JPMorgan deal forces Biden administration to defend record on mergers
By Andrea Shalal and Pete Schroeder
WASHINGTON (Reuters) - JPMorgan Chase & Co's deal to buy First Republic Bank pushed the Biden administration into a corner, leaving officials scrambling to explain how their stance against mergers squared with allowing the largest U.S. bank to get even bigger.
At a White House event on small business on Monday, President Joe Biden hailed the sale of the troubled San Francisco-based lender, saying it would protect all depositors and avert a government bailout. He did not mention JPMorgan and underscored his call for stronger banking regulations.
Senator Elizabeth Warren, a Democrat and member of the Senate Banking Committee who has been pushing for tighter banking regulations, blasted the decision, sounding a theme that could hound Biden, who last week announced his bid to win another term in the White House and has struggled with low approval ratings.
"A poorly supervised bank was snapped up by an even bigger bank — ultimately taxpayers will be on the hook," Warren tweeted.
White House press secretary Karine Jean-Pierre said JPMorgan's acquisition of First Republic's assets was necessary to ensure continued resilience of the banking system and came at no cost to taxpayers.
"No recent administration has done more to promote competition, address (the) concentration process across industries," she told a White House briefing.
Jean-Pierre added that Biden administration officials valued the fact that community banks offer services to those who might not otherwise have banking access.
The deal for the failed lender comes amid increased discussion among U.S. regulators about tightening rules on bank mergers, with officials growing worried that consolidation could undermine financial stability and leave communities wanting for services.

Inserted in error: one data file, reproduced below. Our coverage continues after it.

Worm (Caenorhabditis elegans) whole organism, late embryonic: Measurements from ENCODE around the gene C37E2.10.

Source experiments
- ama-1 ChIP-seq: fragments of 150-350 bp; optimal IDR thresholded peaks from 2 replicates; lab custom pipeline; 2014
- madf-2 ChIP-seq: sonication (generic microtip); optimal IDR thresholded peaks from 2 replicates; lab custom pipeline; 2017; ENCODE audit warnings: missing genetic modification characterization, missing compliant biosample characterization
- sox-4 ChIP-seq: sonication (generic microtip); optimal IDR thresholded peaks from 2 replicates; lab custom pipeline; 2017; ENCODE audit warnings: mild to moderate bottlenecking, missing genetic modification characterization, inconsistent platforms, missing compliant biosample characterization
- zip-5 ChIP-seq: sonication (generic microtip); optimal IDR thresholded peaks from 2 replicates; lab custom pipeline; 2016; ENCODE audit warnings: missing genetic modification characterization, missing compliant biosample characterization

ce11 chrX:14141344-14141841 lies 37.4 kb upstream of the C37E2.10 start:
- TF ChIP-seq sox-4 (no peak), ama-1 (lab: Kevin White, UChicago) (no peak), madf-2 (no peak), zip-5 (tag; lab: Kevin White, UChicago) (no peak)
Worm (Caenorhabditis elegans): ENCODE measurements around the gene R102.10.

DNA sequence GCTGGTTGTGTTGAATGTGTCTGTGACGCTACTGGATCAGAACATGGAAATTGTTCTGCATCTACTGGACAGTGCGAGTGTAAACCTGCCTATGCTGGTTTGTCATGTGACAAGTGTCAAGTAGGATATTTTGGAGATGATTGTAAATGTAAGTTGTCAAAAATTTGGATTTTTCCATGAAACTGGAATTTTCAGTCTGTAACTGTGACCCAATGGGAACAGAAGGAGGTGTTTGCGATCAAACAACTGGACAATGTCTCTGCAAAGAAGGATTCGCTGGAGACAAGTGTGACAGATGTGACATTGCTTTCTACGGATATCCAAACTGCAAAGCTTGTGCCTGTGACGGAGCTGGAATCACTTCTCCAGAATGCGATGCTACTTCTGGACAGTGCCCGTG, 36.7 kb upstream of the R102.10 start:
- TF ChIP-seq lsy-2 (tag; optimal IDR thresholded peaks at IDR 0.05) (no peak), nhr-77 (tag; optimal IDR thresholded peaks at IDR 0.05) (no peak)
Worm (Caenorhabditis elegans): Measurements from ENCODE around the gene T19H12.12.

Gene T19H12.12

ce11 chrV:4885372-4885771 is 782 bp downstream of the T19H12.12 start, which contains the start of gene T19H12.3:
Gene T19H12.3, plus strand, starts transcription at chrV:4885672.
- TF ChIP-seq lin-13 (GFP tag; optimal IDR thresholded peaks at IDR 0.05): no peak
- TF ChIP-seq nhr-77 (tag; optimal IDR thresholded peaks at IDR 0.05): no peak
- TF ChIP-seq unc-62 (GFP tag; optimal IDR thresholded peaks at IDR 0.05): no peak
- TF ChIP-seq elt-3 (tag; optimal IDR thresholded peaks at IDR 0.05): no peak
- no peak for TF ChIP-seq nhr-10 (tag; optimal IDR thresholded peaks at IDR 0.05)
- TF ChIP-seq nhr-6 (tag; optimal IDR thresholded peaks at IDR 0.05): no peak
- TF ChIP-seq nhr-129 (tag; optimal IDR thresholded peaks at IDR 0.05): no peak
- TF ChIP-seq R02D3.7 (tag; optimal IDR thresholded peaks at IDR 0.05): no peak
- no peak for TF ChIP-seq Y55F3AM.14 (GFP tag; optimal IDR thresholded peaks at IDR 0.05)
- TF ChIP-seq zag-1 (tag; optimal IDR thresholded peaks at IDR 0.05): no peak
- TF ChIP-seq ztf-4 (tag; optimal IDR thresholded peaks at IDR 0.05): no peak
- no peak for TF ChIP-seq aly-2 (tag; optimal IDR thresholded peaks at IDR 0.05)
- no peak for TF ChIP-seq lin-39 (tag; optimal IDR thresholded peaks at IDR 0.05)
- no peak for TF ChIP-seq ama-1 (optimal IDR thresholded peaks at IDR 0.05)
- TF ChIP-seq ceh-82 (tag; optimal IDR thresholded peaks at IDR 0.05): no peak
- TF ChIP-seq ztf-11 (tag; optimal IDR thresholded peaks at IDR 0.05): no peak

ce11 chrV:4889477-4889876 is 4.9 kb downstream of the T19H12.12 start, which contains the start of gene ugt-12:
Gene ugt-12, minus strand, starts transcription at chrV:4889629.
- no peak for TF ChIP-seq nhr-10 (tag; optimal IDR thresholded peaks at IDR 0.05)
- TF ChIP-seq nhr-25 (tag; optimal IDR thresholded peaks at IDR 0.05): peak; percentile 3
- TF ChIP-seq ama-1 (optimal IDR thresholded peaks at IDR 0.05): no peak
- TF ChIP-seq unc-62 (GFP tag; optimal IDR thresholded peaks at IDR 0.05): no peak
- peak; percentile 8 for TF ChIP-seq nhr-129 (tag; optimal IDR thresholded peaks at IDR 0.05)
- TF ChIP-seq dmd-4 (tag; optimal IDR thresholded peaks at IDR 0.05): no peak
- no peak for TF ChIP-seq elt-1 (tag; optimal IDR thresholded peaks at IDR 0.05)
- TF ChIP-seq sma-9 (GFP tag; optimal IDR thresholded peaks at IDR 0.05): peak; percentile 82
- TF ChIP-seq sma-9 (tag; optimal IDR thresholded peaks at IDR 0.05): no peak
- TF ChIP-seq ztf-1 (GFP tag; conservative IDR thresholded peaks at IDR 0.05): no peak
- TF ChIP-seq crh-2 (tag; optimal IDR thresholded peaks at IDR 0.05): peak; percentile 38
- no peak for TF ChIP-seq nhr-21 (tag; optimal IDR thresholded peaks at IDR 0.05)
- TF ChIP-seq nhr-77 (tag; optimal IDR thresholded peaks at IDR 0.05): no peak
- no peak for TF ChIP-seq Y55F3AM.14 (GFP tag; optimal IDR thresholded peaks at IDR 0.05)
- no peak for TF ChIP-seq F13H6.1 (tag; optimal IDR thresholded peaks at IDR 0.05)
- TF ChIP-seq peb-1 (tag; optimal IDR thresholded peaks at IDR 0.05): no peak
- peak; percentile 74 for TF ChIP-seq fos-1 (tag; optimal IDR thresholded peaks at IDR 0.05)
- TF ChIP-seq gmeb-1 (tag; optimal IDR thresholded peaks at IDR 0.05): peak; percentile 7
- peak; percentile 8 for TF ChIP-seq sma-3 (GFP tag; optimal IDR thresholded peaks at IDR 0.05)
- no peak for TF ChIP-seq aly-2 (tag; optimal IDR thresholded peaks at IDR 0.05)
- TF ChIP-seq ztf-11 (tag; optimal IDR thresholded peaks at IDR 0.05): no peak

Administration officials, mindful of the impact of a JPMorgan takeover on the banking sector, prodded smaller lenders to submit bids and worked hard to find a different solution, but the size of JPMorgan's offer ultimately gave it an edge, according to sources familiar with the process.
Current law means the Federal Deposit Insurance Corp was legally bound to choose the offer that cost the least, said Aaron Klein, a former Treasury official and Senate staffer who helped craft the Dodd-Frank reform law passed in the wake of the global financial crisis.
In the end, the need to avert contagion in the banking sector trumped worries about JPMorgan's becoming more powerful, former officials said.
"Too big to fail is obviously a worry, but right now you've got to put out the hottest fire first," said Ben Harris, who left his post as Treasury assistant secretary for economic policy at the end of March and had served as chief economist to Biden when he was President Barack Obama's vice president.
(Reporting by Andrea Shalal and Pete Schroeder; additional reporting by David Lawder, Sruthi Shankar, Chris Prentice and Douglas Gillison; Editing by Leslie Adler)